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TARA SULLIVAN

Jerod Mayo’s inside knowledge of Patriots seems to be having a positive impact

Patriots inside linebackers coach Jerod Mayo worked with players at Wednesday’s practice.
Patriots inside linebackers coach Jerod Mayo worked with players at Wednesday’s practice.John Tlumacki/globe staff/Globe Staff

Jerod Mayo knows what a championship defense looks like from the inside out. He played on one with the 2014 Patriots. Mayo obviously knows what a Bill Belichick defense looks like from the inside out, too, playing his entire eight-year career in New England, learning lessons that took him from NFL Defensive Rookie of the Year in Year 1 to Super Bowl champion in Year 7.

So maybe no one is better positioned to judge the championship aspirations of this year’s Patriots defense than their rookie inside linebackers coach, a job Mayo took this past offseason as Belichick replenished his staff after some major turnover. But in contemplating that question Tuesday, days after New England’s defense put on another dominating performance, Mayo proved that his reunion with Belichick has taught him as much about talking about football as it has about coaching it.

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Jerod Mayo has earned the respect of players and coaches alike.
Jerod Mayo has earned the respect of players and coaches alike.Barry Chin/The Boston Globe/Globe Staff

Don’t say too much. Don’t look too far ahead. And don’t predict the future.

“Up until this point, the defense has played well, but you know this defense will look totally different in a few months from now,” Mayo said.

“Coach says it all the time: ‘Practice equals game reality,’ and that’s what we kind of live by. So, hopefully we can continue to get better each and every day.

“I don’t want to look out too far, but I think if we go out to work each and every day that we’ll be in a good place when it’s all said and done.”

The conversation after three games is already filled with hyperbole and possibility, earned by the Patriots completely shutting down the Steelers, Dolphins, and Jets. They have yet to surrender a touchdown to another team’s offense.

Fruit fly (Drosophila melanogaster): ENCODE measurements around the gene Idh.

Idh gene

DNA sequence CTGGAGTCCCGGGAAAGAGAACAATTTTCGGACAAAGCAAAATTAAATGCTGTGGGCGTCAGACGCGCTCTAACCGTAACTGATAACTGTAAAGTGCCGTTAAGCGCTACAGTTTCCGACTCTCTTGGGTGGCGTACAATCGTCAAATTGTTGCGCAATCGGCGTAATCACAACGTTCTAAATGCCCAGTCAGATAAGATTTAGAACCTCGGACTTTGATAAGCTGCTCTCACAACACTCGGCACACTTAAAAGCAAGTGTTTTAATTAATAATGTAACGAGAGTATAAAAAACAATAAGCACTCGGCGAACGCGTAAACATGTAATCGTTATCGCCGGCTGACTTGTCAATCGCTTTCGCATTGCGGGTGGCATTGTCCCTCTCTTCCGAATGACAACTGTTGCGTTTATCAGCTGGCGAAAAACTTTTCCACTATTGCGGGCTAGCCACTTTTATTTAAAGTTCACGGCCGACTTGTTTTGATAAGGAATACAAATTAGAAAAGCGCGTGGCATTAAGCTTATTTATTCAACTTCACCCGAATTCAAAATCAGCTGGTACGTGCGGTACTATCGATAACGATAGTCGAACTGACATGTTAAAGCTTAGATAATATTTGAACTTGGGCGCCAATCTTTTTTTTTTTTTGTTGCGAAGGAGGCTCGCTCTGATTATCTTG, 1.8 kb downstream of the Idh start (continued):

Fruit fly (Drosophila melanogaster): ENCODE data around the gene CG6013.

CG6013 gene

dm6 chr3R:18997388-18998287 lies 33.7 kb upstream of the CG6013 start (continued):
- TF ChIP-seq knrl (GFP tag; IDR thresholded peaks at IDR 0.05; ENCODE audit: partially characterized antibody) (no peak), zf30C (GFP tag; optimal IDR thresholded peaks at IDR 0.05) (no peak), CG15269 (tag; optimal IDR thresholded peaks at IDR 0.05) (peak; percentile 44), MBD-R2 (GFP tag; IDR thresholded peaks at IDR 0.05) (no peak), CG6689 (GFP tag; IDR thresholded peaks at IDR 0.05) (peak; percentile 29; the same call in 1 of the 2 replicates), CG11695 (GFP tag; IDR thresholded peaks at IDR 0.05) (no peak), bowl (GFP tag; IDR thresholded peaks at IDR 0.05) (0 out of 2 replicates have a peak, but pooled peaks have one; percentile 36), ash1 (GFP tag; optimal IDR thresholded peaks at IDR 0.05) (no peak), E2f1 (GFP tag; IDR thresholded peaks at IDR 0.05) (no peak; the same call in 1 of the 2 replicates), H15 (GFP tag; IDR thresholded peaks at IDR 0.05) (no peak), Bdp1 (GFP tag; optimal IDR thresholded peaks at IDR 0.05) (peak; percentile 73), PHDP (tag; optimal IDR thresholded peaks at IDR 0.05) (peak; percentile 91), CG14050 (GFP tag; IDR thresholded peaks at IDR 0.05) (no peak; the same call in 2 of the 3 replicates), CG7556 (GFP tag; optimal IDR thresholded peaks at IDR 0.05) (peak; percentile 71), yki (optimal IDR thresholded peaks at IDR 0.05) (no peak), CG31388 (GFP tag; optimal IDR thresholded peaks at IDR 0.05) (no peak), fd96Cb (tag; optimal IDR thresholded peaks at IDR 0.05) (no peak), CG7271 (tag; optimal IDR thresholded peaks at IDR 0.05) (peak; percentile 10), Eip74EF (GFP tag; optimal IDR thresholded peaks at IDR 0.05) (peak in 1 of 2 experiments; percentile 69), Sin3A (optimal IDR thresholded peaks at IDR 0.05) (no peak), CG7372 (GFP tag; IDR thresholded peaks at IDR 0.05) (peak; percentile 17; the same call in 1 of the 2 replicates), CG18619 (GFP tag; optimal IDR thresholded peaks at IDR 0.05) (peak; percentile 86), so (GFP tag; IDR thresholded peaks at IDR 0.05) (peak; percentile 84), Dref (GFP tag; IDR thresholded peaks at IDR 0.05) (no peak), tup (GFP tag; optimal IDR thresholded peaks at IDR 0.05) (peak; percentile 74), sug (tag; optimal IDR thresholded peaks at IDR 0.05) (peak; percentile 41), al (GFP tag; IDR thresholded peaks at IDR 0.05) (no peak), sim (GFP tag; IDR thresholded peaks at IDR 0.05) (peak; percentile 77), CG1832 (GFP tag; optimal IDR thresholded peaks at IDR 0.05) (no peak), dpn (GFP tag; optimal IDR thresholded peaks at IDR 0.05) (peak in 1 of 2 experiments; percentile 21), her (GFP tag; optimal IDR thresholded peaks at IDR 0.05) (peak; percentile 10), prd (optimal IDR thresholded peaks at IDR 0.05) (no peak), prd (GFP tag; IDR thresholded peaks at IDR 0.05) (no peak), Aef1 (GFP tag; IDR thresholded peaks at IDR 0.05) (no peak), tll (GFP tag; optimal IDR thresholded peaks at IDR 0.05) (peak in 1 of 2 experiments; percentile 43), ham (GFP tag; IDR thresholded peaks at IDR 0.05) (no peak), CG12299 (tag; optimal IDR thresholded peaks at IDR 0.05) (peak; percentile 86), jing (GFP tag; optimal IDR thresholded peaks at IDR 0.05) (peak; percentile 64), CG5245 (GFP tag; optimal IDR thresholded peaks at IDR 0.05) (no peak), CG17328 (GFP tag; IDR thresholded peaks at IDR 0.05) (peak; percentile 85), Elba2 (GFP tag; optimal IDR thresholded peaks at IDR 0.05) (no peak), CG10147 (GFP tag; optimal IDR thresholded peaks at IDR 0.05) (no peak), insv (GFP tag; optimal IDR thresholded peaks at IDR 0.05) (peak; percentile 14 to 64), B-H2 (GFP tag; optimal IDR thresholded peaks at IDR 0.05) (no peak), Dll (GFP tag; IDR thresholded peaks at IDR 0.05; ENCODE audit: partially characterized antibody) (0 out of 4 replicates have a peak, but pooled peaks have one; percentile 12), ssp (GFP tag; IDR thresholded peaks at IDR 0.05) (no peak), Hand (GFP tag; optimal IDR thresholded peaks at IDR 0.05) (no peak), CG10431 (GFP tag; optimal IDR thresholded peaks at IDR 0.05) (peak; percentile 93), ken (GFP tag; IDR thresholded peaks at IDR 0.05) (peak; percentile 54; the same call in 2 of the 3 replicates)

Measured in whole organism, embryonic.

While cynics can point to the (poor) quality of those opponents — the reeling Steelers, the tanking Dolphins, and the ailing Jets — what Mayo referred to does make you realize how high this ceiling can be nonetheless.

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The complexity and versatility of Belichick’s defenses usually cause the unit to start out relatively slowly and get better as the season progresses. And after this past offseason, when de facto defensive coordinator Brian Flores left to coach in Miami — a departure that followed that of predecessor Matt Patricia in 2018 and preceded a brief union with Greg Schiano — you figured the defense would need some time to reset. Enter Mayo, the 33-year-old first-time coach who seems to be having an immediate and positive impact.

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“Jerod’s done a great job,” Belichick said Tuesday. “His experience as a player in our system is very valuable. We can talk about calls that we can make on the field or identifications and so forth and his perspective of, ‘Yeah, that’s no problem. That’d be easy. That’s easy for us to do,’ or ‘That’s a lot harder because the player is thinking about this, he’s thinking about that,’ and so forth.

“It makes us rethink and have that perspective of how easy it is or isn’t for a player in certain situations. He’s done it and he’s done it under pressure and dealt with a lot of things we currently deal with and so that’s a good perspective to have in the room. We don’t have that from anybody else defensively.”

The obvious extension of that is how well Mayo can relate to the players, a handful of whom he played with and all of whom understand his bona fides. That doesn’t save him from some extra needling from the veterans, but Mayo, as outgoing and personable as a player the NFL has known, can take it.

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Devin McCourty and Jerod Mayo, seen here celebrating as teammates in 2013, have entered a new phase of their relationship.
Devin McCourty and Jerod Mayo, seen here celebrating as teammates in 2013, have entered a new phase of their relationship.Jim Davis/The Boston Globe

“Oh, I make fun of him all day,” safety Devin McCourty said. “I mean, he’s a rookie coach, so you get a rookie coach in here, so I ask him, ‘Does he have to clean the coaches’ locker room?’ All those little things.

“But he’s been awesome. I think just having him out here, high energy as a player, even more energy as a coach, so it’s been a pleasure for all of the players, just to have him around the locker room.”

Mayo’s official title is inside linebackers coach, but all indications are that he and secondary coach Steve Belichick have strong input in the defensive game plan and are involved in play calling. Mayo did that job in three preseason games, a sure sign of how much Belichick trusts him.

But maybe the most fun Mayo is having is with a group of linebackers so versatile in their skill sets that he is often floored.

“These guys are totally different than I was as a player,” he said. “I was your classic inside linebacker. When you look across the room, you look at all of our linebackers, they’re able to do a lot of different things.

“Any time you’re able to have guys who can put their hand in the dirt, who can blitz from off the ball, who can cover from off the ball, it’s always beneficial to the coaching staff. So it’s definitely a benefit to all of us.”

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Tara Sullivan is a Globe columnist. She can be reached at tara.sullivan@globe.com. Follow her on Twitter @Globe_Tara.